I have been in Laos for a while now and I really enjoy the life here in the hot Asian sun. Every day I wake up and look forward to seeing the smiling faces of the pre-schoolers, and today I will tell you a little bit about my work with Mopsy, the dog, in Ban Sikeud Primary School.
We already start teaching English at pre-school because it is a perfect opportunity for the pupils to dive into an English-speaking atmosphere, which enables them to adopt the foreign language intuitively and emotionally with all senses. In addition to that, they do not have any English curriculum yet, which is why the lessons in pre-school do not need to follow any specific guidelines or course book.
I work with the pre-schoolers every day from Monday to Thursday in the morning. In the beginning, I had to transcribe every Lao name into English and I made name signs for every child because – since I have 60 pre-schoolers in 2 classes – it was impossible for me to remember every name. This was very interesting because I got to know many unknown names such as Ponsavane, Mitmisai, Soubandith, Sivilai, Lianelong, Sonmaniyam, Khankam, Tippasone…
When I enter the classroom in the morning, all the children stand up and shout “good morning teacher!”, which makes me smile each time because they do it with so much enthusiasm and love that I know it will be a good day. Then I read out the names of the children of the first group and they line up to go into the pupils’ library room, where I work with them for 20 minutes. Teaching English to the pre-schoolers means to sing, mime, dance, and draw a lot. Every word needs to be contextualised, semanticised, and underlined with a special facial expression or move.
I work with the course book Mopsy and me written by Leonora Fröhlich-Ward and Gisela Schmid-Schönbein. In my opinion, it is perfect for “English beginners” of that age because talking with the small dog-shaped hand puppet Mopsy motivates the children to speak English. During our morning ritual we make a circle and sing a good morning song together. Here we greet everybody in the group by putting our hands together (respectful Lao greeting = nop). Then we start with our lesson. I try to talk about a new topic every week, and in between we do a lot of repetition so that the children remember what they learned already.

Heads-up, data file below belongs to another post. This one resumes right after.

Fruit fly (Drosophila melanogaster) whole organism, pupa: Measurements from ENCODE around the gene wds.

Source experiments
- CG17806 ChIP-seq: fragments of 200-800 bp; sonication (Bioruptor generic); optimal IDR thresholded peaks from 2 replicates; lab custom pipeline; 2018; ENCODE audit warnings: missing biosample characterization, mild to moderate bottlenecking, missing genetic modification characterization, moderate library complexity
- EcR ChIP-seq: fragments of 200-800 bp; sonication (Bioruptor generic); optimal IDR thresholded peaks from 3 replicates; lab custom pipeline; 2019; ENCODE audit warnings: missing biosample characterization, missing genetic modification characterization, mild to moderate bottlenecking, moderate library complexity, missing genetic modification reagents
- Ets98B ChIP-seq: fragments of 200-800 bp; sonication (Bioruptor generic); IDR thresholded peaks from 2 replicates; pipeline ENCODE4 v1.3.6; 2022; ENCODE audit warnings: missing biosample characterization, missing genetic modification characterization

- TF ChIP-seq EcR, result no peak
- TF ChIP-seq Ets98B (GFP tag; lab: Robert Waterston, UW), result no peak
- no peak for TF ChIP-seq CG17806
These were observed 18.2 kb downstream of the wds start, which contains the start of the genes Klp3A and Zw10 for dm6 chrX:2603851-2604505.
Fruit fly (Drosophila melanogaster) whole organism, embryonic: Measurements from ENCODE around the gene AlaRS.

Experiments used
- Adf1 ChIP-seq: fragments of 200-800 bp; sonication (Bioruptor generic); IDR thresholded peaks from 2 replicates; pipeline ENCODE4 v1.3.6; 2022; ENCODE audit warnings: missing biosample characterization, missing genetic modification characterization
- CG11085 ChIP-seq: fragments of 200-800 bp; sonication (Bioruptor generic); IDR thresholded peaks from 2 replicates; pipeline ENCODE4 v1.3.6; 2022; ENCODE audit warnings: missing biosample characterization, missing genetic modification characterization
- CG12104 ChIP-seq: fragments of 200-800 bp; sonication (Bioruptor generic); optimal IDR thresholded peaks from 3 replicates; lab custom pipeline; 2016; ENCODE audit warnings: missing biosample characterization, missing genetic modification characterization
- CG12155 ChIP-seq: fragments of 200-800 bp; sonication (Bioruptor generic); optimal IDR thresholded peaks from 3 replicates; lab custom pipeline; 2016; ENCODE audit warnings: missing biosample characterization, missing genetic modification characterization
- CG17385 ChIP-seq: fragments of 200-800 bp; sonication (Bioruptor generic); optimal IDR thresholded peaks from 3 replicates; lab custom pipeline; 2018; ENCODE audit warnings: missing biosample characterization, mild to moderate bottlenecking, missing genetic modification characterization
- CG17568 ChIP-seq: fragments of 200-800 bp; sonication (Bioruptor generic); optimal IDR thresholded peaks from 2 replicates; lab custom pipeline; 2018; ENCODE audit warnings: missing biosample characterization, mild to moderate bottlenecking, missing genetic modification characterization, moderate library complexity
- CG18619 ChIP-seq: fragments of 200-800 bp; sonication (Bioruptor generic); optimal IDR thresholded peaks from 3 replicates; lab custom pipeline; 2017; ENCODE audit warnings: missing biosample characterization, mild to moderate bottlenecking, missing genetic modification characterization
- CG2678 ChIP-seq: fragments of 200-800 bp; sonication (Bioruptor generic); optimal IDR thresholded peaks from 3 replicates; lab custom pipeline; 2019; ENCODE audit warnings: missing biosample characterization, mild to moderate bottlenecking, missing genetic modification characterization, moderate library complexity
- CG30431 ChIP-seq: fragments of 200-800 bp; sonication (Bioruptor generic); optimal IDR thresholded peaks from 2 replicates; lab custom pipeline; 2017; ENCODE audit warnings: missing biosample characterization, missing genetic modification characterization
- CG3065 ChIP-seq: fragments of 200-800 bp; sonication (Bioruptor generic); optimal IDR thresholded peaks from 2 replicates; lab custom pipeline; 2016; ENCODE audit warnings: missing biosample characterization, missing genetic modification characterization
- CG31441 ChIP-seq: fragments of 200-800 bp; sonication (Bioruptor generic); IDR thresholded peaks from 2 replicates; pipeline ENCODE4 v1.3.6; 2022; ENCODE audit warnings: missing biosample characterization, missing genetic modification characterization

My highlight in the second week was when most of the pre-schoolers could answer my questions about their names. Because they are used to repeating after the teachers all the time in their Lao lessons, it took some time for them to understand the difference between repeating after me and answering a question. I experienced just the same as Tobi from Team I when we met on a Monday morning and they could name all the body parts we learned last week. That made me proud and happy.
Up to now, the children cannot only introduce themselves and tell me how they are; they can also sing and perform the “Hokey Pokey” song, which is about body parts, and the “Head and shoulders, knees and toes” song. The children love to sing and to dance – but what they love most is when they are allowed to act and speak with Mopsy on their own. It is impressive how fast the pre-schoolers learn and how good the pronunciation of some children is. I really enjoy the work with the children even if it is hard sometimes to make myself understood. However, in this case I have Kathong (a young Lao woman), who helps me and translates in difficult situations because my little Lao knowledge is often not enough.
At the end of every lesson it is time to say goodbye. We sing a song and shout “bye-bye, Mopsy, see you tomorrow!”, and the children run back to their classrooms.
The wide laughing faces of the children create a feeling of deep satisfaction, happiness, and joy in me – every single day.
Text and photos by P. Kern